Sometimes I get the feeling that some of my ESL students (including advanced ones) believe that there are a limited number of “who” and “which” out there, and they are afraid of using them all up before they die.
The problem happens when students are trying to write more advanced styles with a dependent and independent clause in a sentence.
Mistake: The people are walking their dogs should keep them on a leash.
Correction: The people WHO are walking their dogs should keep them on a leash.
Mistake: I try to give money to charities help homeless people.
Correction: I try to give money to charities WHICH help homeless people. *
I’ve also notice that this mistake often happens when students start a sentence with “there”.
Mistake: There was an accident happened near my house.
Correction: There was an accident WHICH happened near my house. *
* We could substitute the word THAT for WHICH in these sentences.
Solution: Helping students with this. (Handout included.)
A former ESL student of mine, Teddy, came to my office for a chat. I asked him how his classes were going, and he showed me the mid-term exam grade from his intermediate-level speaking class that his teacher had just given him. I asked him how he felt about it. He said that he was feeling discouraged because he really tries to be active in conversation, not only telling his ideas and opinions but also responding to and including other. So he felt that he deserved a much better score than a 72%, which was a failing grade.
Then I asked him, from looking at this grade form, what he thinks he’ll need to do to improve his grade.
He felt confident that he could ask more questions and try to respond to others more with rejoinders.
But about the pronunciation and grammar grades, he said that he wasn’t sure.
He imagined that he might have some problems with “L” and “R” sounds. And he thought that the grammar score was low because he always makes mistakes with prepositions. So he planned to think more carefully about those when talking.
The problem and the fix
This posting is directed specifically to teachers in these categories:
- You have experience teaching ESL Writing, but you have been assigned to teach a new level.
- You have just been hired to teach in an ESL program and are assigned a Writing class.
- You have been teaching an ESL Writing class for a few terms, but this term you have some students who have “unusual” writing characteristics.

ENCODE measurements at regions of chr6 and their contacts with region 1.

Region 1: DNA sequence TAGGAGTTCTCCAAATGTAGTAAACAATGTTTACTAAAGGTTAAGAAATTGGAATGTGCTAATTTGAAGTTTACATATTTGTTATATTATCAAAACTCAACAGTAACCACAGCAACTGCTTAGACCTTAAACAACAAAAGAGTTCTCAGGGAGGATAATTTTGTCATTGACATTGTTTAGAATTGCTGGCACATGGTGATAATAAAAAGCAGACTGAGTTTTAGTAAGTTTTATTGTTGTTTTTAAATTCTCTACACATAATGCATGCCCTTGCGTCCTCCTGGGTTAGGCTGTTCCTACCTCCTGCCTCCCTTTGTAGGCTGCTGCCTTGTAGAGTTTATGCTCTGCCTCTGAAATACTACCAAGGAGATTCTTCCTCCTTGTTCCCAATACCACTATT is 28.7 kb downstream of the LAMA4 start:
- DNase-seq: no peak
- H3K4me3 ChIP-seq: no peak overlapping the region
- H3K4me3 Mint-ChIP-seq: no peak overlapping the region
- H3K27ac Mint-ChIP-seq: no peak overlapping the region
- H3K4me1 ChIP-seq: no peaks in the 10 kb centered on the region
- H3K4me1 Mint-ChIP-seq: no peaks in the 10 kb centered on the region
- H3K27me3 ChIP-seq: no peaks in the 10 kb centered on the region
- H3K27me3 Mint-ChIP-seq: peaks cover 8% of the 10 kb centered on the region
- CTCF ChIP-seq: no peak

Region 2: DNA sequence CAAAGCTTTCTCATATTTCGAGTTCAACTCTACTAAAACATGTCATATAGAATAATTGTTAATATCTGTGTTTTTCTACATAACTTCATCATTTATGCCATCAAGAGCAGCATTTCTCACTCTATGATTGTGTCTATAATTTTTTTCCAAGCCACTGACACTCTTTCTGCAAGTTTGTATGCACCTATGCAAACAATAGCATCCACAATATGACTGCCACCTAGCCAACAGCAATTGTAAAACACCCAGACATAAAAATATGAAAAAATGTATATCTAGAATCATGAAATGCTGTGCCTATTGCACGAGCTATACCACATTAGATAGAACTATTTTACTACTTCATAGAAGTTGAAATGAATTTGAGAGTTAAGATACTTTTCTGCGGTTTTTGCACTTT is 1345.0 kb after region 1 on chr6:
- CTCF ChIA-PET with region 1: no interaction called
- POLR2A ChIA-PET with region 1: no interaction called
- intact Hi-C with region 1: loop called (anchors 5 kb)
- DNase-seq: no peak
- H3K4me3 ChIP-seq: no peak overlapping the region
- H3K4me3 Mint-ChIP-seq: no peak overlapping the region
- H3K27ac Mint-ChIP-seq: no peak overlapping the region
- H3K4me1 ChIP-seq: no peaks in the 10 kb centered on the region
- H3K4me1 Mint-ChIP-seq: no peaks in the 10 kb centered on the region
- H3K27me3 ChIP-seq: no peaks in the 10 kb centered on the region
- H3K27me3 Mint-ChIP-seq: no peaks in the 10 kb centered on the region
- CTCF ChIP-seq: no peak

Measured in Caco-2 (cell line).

Imagine that it’s the third week of the term. You just picked up your students’ first writing sample (e.g. a paragraph or essay) and are starting to mark/evaluate them. (See Most Effective Technique for Marking Grammar on Essays to Develop Self-Editing Skills)
You start with Adey’s essay and soon some questions come to your mind:
Next, you read Naomi’s essay and wonder about this:
- She uses complex sentences, but sometimes her grammar breaks down, especially word forms. Would these kinds of mistakes disqualify her from passing to the next level? How “perfect” must a students’ grammar be to pass?
Another student, Dante had this characteristic:
- His ideas seemed quite simplistic; he doesn’t develop them with enough details. What is the expectation for students passing to the next level concerning idea development?
Help is on the way!
(This posting includes a handout which you are welcome to use with your colleagues.)
At first, all the teachers wanted to administer the oral test for placing students into one of the four levels of conversation classes. But that enthusiasm waned once they discovered what this commercially-made placement test would entail.
Two major problems with many speaking placement tests (commercial and in-house)
1) The testing process in labor intensive. The scoring rubrics are onerous, ineffective and require time-consuming training.
2) Rather than just focusing on the skills being developed in speaking/conversation classes, the interviewers have to evaluate several peripheral aspects of speaking at the same time.
A Speaking Placement-Testing Process That Addresses Those Problems.